April Fools Day — April 1, 2014

Overlooking Cebu city

Overlooking Cebu city

Traffic in Toledo

Traffic in Toledo

Seminary graduation

Seminary graduation

Family picture

Family picture

Kawasan Falls

Kawasan Falls

Lewis goes native

Lewis goes native

Swwimming with the Whale Sharks

Swimming with the Whale Sharks

We are coming to the airport now.

We’re there already?

Yes.

We got out of the pickup as they unloaded their luggage. We gave them each a good-bye hug and tried to hold back the tears. Lewis and Celia’s short visit was over, and in a few minutes they would be on the airplane to Shanghai and then on to the United States at the end of the week.

It was hard to see them go but oh! How we enjoyed the visit!

We picked Lewis and Celia up at the airport early on Friday morning. Their plane had been delayed leaving Shanghai so they missed the last plane from Manila to Cebu. They spent the night in the airport in Manila and caught the 5 AM flight to Cebu.

People in the airport just kept coming by and asking us if we needed anything. One lady went to get water for us. Another asked if we needed a blanket. Others just asked if we were alright. I have never been treated so well in an airport.

 The airline offered to take us to a hotel. But we would only have been able to sleep 2 hours. In retrospect, though, we should have taken it. Two hours is better than no hours of sleep.

After hugs and hugs we drove to the Cebu Temple Complex and had a Philippine breakfast in the Patron House. We showed them the panoramic view of Cebu City from the overlook called TOPS. We drove slowly over the Trans-Central Highway and stopped for pictures. We arrived at our house in Toledo in time for a nap before going to lunch at Sister Vineyard’s peaceful mansion by the sea. Her beautifully set up table under a pavilion in the yard overlooking the sea was spread with a delightful feast.

What are these?

There are sticky rice cakes spread with chocolate. I made the chocolate from my own trees.

We had one, then another, then another. She sent what was left home with us.

We walked past Balwarte Park and then through the lush jungle along the Boho river.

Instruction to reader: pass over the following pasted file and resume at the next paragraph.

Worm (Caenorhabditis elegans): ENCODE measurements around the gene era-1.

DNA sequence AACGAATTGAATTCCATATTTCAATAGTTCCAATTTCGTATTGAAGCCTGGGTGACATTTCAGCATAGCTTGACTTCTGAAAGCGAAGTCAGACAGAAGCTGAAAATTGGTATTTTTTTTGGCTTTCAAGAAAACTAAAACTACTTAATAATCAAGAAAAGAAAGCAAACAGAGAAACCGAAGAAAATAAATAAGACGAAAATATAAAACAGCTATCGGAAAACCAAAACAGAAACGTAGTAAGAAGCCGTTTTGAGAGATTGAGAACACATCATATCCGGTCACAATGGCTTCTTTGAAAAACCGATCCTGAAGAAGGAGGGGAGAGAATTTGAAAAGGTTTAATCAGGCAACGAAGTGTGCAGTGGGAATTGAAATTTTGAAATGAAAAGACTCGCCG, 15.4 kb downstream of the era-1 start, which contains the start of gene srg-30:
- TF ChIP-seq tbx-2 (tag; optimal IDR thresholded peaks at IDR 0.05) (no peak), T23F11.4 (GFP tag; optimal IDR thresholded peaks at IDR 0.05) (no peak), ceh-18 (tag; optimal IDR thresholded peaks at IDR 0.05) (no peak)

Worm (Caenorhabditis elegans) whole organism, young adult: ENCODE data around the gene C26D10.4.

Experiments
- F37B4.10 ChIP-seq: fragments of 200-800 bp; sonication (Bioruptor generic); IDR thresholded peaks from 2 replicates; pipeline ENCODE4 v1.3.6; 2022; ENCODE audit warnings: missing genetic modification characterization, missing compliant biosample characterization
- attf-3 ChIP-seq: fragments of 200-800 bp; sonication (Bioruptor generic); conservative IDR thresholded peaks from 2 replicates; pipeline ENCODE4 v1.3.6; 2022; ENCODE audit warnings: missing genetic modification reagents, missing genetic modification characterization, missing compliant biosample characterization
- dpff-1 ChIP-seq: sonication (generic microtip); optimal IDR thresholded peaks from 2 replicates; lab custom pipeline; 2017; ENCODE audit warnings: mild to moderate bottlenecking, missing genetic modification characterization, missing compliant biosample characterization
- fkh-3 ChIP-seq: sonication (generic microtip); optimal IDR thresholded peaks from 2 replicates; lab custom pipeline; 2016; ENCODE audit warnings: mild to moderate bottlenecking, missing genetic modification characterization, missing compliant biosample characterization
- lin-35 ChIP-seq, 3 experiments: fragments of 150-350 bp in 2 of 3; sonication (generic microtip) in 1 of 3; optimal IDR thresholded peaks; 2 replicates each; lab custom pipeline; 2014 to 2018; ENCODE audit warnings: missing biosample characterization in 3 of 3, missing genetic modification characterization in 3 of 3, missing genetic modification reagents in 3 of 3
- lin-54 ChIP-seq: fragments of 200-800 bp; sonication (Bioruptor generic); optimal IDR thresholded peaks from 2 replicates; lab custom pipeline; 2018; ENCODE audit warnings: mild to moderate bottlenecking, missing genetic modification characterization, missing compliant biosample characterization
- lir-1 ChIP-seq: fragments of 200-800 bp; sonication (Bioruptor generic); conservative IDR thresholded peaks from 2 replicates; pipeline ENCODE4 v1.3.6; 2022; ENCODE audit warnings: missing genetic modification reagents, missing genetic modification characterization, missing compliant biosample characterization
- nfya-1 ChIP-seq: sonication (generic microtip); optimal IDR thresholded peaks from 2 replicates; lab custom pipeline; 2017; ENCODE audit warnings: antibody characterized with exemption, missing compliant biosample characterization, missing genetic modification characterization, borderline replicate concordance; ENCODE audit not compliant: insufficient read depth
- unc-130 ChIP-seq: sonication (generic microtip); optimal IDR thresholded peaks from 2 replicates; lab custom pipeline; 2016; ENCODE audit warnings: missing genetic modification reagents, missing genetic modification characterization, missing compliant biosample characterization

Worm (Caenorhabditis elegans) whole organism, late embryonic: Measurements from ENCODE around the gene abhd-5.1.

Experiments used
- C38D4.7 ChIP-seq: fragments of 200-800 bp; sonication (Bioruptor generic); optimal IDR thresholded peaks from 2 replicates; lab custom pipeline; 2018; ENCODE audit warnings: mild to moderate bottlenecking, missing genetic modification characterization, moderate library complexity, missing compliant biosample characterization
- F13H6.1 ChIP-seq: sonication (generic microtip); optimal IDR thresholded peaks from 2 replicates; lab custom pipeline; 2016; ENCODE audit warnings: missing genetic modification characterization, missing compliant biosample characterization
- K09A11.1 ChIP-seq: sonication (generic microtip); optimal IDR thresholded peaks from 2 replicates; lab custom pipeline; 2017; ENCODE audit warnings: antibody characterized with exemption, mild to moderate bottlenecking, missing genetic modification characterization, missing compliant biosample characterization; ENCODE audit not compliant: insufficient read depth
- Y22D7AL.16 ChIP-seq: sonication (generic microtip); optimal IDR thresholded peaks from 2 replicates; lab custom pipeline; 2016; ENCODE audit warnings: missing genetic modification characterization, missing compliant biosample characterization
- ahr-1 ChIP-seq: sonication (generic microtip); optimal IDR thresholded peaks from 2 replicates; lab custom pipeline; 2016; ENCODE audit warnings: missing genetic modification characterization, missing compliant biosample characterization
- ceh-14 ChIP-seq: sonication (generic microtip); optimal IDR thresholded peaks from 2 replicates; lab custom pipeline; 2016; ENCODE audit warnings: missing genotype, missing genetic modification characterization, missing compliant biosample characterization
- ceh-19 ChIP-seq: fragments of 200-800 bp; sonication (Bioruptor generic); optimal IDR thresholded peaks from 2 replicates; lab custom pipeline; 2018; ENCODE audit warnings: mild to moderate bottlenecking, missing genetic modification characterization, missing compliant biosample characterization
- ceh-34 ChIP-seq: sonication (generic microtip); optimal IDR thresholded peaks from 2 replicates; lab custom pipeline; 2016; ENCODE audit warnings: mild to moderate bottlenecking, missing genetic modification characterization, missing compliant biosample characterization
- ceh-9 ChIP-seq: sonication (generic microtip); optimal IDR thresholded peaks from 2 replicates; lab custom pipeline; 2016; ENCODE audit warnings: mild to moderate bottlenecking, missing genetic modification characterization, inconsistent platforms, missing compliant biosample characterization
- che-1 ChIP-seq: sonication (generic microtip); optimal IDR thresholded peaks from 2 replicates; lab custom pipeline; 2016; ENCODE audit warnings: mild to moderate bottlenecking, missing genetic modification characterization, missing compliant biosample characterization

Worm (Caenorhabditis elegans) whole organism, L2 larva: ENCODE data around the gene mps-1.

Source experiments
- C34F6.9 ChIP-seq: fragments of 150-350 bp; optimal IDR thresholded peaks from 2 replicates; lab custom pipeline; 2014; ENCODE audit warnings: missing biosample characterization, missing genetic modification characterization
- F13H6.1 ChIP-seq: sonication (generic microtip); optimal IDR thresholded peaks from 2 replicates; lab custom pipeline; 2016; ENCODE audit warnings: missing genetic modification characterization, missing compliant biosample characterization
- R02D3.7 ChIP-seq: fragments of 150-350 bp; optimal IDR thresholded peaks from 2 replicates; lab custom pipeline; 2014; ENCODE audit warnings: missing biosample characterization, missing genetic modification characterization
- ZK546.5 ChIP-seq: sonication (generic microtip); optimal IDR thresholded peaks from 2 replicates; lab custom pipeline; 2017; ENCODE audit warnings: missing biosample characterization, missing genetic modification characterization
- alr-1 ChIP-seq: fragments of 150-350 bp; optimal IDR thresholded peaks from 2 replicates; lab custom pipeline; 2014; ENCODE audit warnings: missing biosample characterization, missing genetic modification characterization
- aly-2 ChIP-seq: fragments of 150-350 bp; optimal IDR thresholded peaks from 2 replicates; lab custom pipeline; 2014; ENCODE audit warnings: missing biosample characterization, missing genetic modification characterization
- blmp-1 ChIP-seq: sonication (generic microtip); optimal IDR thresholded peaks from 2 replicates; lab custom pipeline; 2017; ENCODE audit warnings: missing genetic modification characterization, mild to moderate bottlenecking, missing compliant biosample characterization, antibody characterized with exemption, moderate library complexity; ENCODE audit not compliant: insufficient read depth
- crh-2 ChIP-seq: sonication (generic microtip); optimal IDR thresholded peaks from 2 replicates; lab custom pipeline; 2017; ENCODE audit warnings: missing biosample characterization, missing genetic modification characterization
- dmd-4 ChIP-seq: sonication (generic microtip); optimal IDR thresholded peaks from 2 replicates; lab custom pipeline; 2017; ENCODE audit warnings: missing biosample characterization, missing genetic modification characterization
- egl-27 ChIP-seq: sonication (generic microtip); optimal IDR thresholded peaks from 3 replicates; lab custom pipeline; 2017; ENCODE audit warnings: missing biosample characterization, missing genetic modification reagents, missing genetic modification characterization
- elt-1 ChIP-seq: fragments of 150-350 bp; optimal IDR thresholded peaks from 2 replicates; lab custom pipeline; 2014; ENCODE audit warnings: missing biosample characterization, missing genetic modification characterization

You had better go to bed early. You didn’t get much sleep last night.

Yes. I think I will get up early and go for a run in the morning.

Are you running Robie Creek again this year?

Yes.

Elder Hall and his son looked at Goggle Earth and planned a route. In the morning, we fixed fresh coconut, fresh mangos, bananas, scrambled eggs and rice. Breakfast was ready when Lewis came back.

Wow! It’s hard to run I this heat. I only did four miles before I gave out.

Did you run up the stairs?

Yes. The stairs here sure have a high rise. I missed the turn at the top and had to run through some people’s houses.

You mean literally through their houses, of course.

Yes, through where they were cooking, through where they were eating. These people live outdoors don’t they?

Yes, they do.

Elder Hall presided at the Saturday morning Seminary Graduation. Then we drove to Kawasan Falls, where Lewis went with the others on the raft under the falls for a “super massage.” He said it actually felt more like he’s gotten beat up.

Sunday we went to church and treated them to mango shakes.

Monday we got up at 3 AM to drive to Oslob at the southern tip of the island of Cebu to swim with the whale sharks. In the evening we had a Family Home Evening with a new convert family.

Tuesday morning we left at 5 AM to drive to the airport in Cebu City. The visit went really fast, but we were so glad to have them here. We would love to have all our family come for a visit.

The whale shark (Rhincodon typus) is a slow-moving filter feeding shark and the largest known extant fish species. The name “whale shark” comes from the fish’s size, being as large as some species of whales The largest confirmed individual had a length of 12.65 m (41.50 ft) and a weight of more than 21.5 metric tons (47,000 lb), and unconfirmed reports of considerably larger whale sharks exist. Claims of individuals over 14 m (46 ft) long and weighing at least 30 mt (66,000 lb) are not uncommon. The whale shark holds many records for sheer size in the animal kingdom, most notably being by far the largest living nonmammalian vertebrate, rivalling many of the largest dinosaurs in weight

Whale sharks have a mouth that can be 1.5 m (4.9 ft) wide. Its mouth contains between 300 to 350 rows of tiny teeth and 10 filter pads which it uses to feed on plankton. Whale sharks have five large pairs of gills. Its head is wide and flat with two small eyes at the front. Whale sharks are grey with a white belly. Their skin is marked with pale yellow spots and stripes which are unique to each individual. The whale shark has three prominent ridges along its sides. Its skin can be up to 10 cm (3.9 in) thick. The shark has a pair of dorsal fins and pectoral fins. Juveniles’ tails have a larger upper fin than lower fin, while the adult tail becomes semilunate. The whale shark’s spiracles are just behind its eyes.

The whale shark is found in tropical and warm oceans and lives in the open sea, with a lifespan of about 70 years.

Despite its size, the whale shark does not pose significant danger to humans. They are docile fish and sometimes allow swimmers to catch a ride, although this practice is discouraged by shark scientists and conservationists. Younger whale sharks are gentle and can play with divers.

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